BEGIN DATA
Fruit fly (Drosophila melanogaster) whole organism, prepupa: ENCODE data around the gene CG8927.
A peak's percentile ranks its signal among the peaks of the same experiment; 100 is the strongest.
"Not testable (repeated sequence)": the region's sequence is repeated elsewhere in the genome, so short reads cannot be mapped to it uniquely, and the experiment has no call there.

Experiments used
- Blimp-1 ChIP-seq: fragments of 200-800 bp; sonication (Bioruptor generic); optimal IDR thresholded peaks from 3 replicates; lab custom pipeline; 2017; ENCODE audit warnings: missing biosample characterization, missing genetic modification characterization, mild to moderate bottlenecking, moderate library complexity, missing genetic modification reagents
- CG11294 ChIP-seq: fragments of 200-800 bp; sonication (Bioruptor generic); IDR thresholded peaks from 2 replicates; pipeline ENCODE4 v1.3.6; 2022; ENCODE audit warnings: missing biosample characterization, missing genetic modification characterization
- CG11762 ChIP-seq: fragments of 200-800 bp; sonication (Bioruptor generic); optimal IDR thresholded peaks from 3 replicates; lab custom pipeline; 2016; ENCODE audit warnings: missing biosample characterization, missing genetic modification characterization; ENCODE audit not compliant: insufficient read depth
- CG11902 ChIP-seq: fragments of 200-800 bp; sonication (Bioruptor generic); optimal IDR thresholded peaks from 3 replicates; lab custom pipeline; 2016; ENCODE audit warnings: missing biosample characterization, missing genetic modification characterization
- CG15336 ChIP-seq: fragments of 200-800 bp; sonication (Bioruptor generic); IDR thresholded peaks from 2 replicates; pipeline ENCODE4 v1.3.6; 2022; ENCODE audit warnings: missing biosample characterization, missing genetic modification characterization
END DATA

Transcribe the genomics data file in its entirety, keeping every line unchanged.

Fruit fly (Drosophila melanogaster) whole organism, prepupa: ENCODE data around the gene CG8927.
A peak's percentile ranks its signal among the peaks of the same experiment; 100 is the strongest.
"Not testable (repeated sequence)": the region's sequence is repeated elsewhere in the genome, so short reads cannot be mapped to it uniquely, and the experiment has no call there.

Experiments used
- Blimp-1 ChIP-seq: fragments of 200-800 bp; sonication (Bioruptor generic); optimal IDR thresholded peaks from 3 replicates; lab custom pipeline; 2017; ENCODE audit warnings: missing biosample characterization, missing genetic modification characterization, mild to moderate bottlenecking, moderate library complexity, missing genetic modification reagents
- CG11294 ChIP-seq: fragments of 200-800 bp; sonication (Bioruptor generic); IDR thresholded peaks from 2 replicates; pipeline ENCODE4 v1.3.6; 2022; ENCODE audit warnings: missing biosample characterization, missing genetic modification characterization
- CG11762 ChIP-seq: fragments of 200-800 bp; sonication (Bioruptor generic); optimal IDR thresholded peaks from 3 replicates; lab custom pipeline; 2016; ENCODE audit warnings: missing biosample characterization, missing genetic modification characterization; ENCODE audit not compliant: insufficient read depth
- CG11902 ChIP-seq: fragments of 200-800 bp; sonication (Bioruptor generic); optimal IDR thresholded peaks from 3 replicates; lab custom pipeline; 2016; ENCODE audit warnings: missing biosample characterization, missing genetic modification characterization
- CG15336 ChIP-seq: fragments of 200-800 bp; sonication (Bioruptor generic); IDR thresholded peaks from 2 replicates; pipeline ENCODE4 v1.3.6; 2022; ENCODE audit warnings: missing biosample characterization, missing genetic modification characterization